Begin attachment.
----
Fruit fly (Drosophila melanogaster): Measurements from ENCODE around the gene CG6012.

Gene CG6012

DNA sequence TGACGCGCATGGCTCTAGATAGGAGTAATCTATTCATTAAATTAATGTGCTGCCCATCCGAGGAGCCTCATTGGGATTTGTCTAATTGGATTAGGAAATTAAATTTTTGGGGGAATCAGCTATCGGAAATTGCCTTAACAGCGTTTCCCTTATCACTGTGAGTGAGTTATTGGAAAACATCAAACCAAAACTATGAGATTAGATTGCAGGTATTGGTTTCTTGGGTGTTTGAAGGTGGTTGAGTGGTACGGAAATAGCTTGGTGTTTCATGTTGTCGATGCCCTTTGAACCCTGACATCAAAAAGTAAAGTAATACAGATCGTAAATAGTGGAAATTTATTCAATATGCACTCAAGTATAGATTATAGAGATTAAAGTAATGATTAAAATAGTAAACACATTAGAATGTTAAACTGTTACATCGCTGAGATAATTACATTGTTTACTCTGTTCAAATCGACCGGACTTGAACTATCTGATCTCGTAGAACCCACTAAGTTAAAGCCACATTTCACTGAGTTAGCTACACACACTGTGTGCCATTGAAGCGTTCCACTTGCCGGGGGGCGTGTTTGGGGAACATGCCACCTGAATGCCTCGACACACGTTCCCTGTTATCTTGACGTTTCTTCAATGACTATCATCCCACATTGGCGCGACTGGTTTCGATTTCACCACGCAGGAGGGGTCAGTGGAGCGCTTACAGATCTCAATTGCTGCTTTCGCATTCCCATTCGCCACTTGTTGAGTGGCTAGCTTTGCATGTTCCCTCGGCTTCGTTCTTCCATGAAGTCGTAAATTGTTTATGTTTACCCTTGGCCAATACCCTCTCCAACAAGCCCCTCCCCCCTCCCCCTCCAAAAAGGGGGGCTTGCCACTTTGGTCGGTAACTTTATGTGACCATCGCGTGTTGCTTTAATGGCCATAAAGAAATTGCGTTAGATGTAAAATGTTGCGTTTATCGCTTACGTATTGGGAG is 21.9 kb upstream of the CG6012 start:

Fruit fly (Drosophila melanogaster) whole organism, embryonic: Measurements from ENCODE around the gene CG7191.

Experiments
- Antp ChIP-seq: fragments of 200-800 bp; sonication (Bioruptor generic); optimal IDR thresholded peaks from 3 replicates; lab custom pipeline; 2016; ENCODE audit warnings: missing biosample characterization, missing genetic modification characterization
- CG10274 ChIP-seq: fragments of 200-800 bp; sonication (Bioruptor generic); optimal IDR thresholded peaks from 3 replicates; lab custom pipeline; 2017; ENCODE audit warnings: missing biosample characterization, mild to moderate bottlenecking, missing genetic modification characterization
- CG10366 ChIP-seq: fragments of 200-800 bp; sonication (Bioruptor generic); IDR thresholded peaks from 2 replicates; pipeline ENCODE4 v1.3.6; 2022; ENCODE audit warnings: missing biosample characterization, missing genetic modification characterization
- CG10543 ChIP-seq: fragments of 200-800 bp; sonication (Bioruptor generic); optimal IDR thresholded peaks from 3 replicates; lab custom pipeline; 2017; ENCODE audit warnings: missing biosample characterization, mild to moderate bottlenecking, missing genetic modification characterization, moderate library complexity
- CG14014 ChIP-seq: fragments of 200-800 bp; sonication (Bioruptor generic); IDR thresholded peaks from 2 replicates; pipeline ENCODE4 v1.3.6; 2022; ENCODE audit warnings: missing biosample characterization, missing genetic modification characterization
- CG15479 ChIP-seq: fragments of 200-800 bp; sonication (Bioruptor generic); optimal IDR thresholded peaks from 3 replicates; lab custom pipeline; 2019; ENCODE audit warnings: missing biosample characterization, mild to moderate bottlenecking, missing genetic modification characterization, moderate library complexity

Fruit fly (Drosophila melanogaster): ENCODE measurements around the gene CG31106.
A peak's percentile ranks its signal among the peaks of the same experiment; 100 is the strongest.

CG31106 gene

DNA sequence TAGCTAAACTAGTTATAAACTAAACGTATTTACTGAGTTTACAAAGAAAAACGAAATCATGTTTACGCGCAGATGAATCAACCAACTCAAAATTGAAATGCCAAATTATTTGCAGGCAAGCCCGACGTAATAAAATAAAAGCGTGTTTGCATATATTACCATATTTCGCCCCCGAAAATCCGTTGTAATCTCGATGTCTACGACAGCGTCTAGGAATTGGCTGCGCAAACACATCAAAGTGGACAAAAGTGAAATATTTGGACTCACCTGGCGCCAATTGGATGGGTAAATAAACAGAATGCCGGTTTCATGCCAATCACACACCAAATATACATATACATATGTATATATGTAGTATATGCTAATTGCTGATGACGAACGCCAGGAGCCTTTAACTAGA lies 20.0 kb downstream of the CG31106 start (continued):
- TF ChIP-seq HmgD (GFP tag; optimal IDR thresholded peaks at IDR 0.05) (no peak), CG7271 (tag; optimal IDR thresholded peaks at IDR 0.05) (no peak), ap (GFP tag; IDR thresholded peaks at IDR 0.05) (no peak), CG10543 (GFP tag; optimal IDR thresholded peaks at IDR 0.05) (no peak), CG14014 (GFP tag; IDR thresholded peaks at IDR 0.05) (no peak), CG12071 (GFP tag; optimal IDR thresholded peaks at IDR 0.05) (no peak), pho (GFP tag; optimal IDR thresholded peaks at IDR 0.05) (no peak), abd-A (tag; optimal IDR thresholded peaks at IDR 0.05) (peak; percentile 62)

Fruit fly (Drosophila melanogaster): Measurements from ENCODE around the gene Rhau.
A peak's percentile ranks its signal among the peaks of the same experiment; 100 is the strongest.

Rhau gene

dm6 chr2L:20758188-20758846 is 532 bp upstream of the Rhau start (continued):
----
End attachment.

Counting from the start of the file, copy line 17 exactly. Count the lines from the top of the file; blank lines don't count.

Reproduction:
Fruit fly (Drosophila melanogaster): Measurements from ENCODE around the gene Rhau.